According to GuestMetrics, based on its database of POS sales in restaurants and bars, the most expensive tier of craft beer brands are responsible for the majority of the growth in the craft beer segment. 

“As is widely known, craft beers displayed strong growth last year, taking about 1.3 points of unit share in on-premise at the expense of premium light, import, and premium regular beers. In addition, during the first 2 months of 2013 the craft beer segment continued its momentum, gaining 1.2 points of unit share in on-premise despite a slowdown in the overall beer category due to pressure on low and middle income consumers, which has pressured overall growth in restaurants and bars. To better understand what drove the strength in craft beers, we identified four broad price tiers across the roughly 3,000 craft brands sold in on-premise,” says Bill Pecoriello, CEO of GuestMetrics LLC. “Similar to the premiumization taking place in the wine and spirits categories, the most expensive tier of craft brands drove a disproportionate share of the growth in craft beers.” 

“The most expensive price tier, which we are calling Tier I, had an average price $6.65, which is 20-50 percent greater than the other three tiers’ average prices, and accounted for about 19 percent of all craft beers sold last year,” says Peter Reidhead, VP of strategy and insights at GuestMetrics. “However, despite being significantly more expensive, Tier I grew unit sales by 27 percent versus the much more modest 3 percent unit growth among the other three tiers, which accounted for 81 percent of craft beers sold.” Based on GuestMetrics’ price segments within the craft beer segment, Tier I accounts for 19 percent of unit sales, Tier II for 36 percent, Tier III for 26 percent, and Tier IV for 20 percent of unit sales. “Based on the significant difference in growth rates, of the 1.3 points gained in unit share by craft beers last year, 0.7 points of the gain was due to share gains by Tier I brands. To put that in perspective, even though Tier I only accounted for 19 percent of craft units sold, it accounted for 54 percent of the share gains.”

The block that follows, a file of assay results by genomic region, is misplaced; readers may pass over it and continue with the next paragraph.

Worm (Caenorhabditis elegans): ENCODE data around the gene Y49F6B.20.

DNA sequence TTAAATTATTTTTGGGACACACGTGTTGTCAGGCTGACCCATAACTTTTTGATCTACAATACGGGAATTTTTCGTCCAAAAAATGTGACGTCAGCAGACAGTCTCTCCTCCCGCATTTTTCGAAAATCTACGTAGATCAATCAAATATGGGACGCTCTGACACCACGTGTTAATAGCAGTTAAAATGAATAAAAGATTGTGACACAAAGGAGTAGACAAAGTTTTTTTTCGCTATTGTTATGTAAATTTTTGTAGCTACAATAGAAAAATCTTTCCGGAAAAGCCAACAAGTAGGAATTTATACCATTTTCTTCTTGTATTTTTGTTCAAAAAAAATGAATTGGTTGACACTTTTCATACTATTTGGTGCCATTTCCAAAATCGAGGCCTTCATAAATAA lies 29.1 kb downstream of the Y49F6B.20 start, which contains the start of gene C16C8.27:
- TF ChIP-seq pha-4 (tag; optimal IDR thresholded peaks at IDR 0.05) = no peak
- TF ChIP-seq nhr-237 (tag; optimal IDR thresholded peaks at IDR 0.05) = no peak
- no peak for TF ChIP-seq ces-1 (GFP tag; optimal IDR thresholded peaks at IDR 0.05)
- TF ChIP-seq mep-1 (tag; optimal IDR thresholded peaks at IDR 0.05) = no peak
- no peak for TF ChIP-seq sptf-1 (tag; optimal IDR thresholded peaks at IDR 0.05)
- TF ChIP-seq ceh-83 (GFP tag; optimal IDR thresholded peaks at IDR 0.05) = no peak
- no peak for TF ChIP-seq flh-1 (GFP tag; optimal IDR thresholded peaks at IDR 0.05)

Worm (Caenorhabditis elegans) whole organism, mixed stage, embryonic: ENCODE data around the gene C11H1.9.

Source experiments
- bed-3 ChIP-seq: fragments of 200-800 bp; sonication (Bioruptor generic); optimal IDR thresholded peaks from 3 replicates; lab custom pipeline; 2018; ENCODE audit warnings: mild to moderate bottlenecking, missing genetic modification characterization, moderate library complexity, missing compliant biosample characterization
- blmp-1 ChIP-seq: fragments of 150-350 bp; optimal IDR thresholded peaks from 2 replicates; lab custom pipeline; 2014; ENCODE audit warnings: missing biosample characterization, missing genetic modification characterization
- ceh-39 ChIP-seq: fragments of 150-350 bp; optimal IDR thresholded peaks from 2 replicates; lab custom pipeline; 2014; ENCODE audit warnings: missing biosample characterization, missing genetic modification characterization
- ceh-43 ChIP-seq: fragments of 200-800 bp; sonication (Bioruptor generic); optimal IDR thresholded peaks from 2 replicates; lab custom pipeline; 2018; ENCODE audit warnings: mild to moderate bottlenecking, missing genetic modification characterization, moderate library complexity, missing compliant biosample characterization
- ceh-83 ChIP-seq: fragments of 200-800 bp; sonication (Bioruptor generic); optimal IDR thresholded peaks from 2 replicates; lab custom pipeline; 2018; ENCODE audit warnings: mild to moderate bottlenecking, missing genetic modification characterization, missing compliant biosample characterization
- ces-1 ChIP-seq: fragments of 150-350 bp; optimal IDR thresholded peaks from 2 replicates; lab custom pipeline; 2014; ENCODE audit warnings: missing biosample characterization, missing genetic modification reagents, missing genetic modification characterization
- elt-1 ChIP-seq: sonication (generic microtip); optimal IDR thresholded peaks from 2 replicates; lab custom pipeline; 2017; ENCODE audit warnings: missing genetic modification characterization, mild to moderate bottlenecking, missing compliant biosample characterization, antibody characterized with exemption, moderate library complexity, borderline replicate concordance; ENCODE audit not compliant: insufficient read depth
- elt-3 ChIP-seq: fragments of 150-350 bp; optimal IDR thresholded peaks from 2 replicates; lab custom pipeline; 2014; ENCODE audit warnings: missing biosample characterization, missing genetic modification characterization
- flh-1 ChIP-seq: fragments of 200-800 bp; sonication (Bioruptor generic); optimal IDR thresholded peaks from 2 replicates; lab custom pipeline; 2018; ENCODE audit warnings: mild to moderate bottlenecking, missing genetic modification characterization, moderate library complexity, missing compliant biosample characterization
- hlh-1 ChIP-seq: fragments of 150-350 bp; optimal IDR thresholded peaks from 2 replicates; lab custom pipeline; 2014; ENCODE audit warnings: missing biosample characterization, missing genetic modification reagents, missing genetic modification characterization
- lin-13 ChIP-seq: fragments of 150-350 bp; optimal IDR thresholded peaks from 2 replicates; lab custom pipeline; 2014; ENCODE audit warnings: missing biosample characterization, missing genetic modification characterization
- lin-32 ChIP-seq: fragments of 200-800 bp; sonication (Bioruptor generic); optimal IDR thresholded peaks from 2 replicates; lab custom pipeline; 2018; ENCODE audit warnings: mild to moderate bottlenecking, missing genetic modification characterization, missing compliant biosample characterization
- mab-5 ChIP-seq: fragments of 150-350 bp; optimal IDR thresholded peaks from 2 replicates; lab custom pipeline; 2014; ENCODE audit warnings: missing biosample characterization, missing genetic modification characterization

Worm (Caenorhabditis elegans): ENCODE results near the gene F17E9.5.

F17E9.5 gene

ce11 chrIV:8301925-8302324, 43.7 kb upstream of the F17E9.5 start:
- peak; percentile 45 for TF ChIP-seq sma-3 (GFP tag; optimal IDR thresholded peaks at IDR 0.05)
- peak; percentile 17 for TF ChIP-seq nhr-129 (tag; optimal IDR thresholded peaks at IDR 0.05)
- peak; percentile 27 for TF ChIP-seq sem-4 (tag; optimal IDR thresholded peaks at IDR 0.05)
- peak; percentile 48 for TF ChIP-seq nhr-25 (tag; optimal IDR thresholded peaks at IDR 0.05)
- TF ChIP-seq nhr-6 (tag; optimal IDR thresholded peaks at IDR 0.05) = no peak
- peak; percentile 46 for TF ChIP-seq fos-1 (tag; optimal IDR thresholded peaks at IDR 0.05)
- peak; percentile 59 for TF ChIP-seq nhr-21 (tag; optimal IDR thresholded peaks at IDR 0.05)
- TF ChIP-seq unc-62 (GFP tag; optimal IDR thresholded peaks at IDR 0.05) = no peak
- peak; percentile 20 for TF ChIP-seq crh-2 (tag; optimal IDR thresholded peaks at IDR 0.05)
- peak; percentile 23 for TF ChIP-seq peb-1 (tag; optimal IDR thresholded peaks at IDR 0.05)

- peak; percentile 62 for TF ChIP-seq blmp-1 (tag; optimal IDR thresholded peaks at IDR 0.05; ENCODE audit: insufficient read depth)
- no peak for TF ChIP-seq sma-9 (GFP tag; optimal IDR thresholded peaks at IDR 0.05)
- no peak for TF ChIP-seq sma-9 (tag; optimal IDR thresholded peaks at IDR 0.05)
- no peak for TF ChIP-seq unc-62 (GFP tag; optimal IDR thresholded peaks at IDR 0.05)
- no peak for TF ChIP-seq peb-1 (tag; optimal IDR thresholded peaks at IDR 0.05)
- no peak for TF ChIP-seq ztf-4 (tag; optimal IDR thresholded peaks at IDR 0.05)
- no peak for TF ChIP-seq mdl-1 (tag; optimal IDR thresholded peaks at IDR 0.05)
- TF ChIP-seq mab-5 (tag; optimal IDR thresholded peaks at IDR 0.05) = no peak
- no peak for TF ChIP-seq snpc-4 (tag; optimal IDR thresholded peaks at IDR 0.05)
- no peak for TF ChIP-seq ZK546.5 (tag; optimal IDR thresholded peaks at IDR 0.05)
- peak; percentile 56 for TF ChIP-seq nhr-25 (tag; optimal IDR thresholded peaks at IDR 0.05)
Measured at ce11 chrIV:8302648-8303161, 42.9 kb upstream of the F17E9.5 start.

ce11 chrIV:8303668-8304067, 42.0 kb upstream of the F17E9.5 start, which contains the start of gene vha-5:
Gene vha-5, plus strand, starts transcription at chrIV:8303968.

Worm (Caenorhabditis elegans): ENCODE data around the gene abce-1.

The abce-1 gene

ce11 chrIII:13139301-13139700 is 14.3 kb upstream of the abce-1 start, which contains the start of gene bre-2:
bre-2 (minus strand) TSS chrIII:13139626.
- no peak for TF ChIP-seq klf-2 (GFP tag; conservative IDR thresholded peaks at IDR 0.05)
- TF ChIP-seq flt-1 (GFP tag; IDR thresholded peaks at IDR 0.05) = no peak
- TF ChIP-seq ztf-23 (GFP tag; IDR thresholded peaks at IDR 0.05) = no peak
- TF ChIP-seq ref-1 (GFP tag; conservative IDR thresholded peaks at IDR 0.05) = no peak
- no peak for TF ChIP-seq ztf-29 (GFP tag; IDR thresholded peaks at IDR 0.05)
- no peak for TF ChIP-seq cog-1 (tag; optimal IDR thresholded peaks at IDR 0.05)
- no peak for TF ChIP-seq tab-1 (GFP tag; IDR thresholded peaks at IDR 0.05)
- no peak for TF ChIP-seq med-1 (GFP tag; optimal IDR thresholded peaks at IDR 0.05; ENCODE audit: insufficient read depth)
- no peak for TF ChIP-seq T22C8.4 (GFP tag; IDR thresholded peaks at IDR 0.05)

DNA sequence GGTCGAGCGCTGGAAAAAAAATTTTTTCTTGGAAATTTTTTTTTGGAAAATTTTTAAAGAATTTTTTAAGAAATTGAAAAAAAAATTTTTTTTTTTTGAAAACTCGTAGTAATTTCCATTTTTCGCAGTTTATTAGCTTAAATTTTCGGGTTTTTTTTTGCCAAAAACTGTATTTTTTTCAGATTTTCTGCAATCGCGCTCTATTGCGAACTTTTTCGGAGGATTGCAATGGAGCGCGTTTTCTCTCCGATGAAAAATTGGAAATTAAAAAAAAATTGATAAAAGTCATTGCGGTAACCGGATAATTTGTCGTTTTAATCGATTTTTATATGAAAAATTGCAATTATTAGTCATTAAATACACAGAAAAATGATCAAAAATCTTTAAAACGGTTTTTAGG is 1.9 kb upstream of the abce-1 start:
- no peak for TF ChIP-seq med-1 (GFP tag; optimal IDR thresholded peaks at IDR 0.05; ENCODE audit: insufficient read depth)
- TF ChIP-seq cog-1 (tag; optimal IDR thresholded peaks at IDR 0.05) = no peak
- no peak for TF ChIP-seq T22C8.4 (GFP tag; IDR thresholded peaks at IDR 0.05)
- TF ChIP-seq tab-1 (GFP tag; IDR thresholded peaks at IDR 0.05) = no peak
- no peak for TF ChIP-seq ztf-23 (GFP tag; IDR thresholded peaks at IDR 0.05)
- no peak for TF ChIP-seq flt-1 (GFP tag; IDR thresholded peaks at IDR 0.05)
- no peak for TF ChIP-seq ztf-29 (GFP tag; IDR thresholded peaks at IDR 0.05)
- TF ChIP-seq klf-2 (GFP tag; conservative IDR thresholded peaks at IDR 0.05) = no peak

“It’s important for restaurant and bar operators to understand the specific brand dynamics in their local market in order to maximize revenue and profits,” says Brian Barrett, president of GuestMetrics. “Within Tier I, the three brands that gained the most in share were Lagunitas India Pale Ale, Karl Strauss Red Trolley Ale, and Stone India Pale Ale. As we progress further into 2013, we will be able to monitor whether this trend of premiumization within the craft segment continues to take place, and which brands lead the charge. This also has implications for the mainstream brands that have been losing the most share, Bud Light, Miller Lite, and Budweiser.” 


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